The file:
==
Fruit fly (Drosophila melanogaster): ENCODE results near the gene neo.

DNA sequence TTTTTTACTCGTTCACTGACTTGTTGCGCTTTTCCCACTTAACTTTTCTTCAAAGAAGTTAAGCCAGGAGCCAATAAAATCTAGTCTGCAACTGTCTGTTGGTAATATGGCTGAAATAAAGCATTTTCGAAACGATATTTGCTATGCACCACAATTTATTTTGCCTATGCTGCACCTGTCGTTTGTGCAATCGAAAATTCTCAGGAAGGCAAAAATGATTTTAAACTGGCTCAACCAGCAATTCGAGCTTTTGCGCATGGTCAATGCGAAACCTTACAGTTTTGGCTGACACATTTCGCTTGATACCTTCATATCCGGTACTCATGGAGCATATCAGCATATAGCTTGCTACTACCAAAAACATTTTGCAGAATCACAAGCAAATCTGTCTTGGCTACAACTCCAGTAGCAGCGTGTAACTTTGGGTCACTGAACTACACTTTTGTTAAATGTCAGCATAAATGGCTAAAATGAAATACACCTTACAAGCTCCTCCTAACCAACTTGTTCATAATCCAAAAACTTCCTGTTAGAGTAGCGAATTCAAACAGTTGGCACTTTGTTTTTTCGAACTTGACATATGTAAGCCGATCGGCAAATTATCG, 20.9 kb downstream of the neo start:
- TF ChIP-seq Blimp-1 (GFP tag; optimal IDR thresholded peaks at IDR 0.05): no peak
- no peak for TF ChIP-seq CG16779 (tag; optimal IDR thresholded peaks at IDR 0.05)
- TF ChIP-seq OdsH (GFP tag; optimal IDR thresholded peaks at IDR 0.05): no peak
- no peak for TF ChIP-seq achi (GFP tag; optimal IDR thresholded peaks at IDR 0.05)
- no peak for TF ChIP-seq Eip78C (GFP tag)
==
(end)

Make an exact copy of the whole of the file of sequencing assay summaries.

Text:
Fruit fly (Drosophila melanogaster): ENCODE results near the gene neo.

DNA sequence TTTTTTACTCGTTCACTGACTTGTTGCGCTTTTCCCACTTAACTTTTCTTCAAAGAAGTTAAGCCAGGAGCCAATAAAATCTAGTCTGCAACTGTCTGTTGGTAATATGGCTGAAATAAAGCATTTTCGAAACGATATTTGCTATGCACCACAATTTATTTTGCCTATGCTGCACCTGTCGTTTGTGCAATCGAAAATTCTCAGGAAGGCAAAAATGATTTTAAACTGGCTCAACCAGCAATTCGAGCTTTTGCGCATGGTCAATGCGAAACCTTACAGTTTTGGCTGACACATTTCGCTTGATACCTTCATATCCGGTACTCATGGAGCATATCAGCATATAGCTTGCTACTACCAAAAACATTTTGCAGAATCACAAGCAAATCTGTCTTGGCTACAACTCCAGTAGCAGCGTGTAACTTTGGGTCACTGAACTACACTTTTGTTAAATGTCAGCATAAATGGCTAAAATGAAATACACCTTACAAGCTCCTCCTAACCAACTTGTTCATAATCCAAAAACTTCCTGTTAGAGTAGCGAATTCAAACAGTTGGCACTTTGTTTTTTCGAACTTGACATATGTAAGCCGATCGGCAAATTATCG, 20.9 kb downstream of the neo start:
- TF ChIP-seq Blimp-1 (GFP tag; optimal IDR thresholded peaks at IDR 0.05): no peak
- no peak for TF ChIP-seq CG16779 (tag; optimal IDR thresholded peaks at IDR 0.05)
- TF ChIP-seq OdsH (GFP tag; optimal IDR thresholded peaks at IDR 0.05): no peak
- no peak for TF ChIP-seq achi (GFP tag; optimal IDR thresholded peaks at IDR 0.05)
- no peak for TF ChIP-seq Eip78C (GFP tag)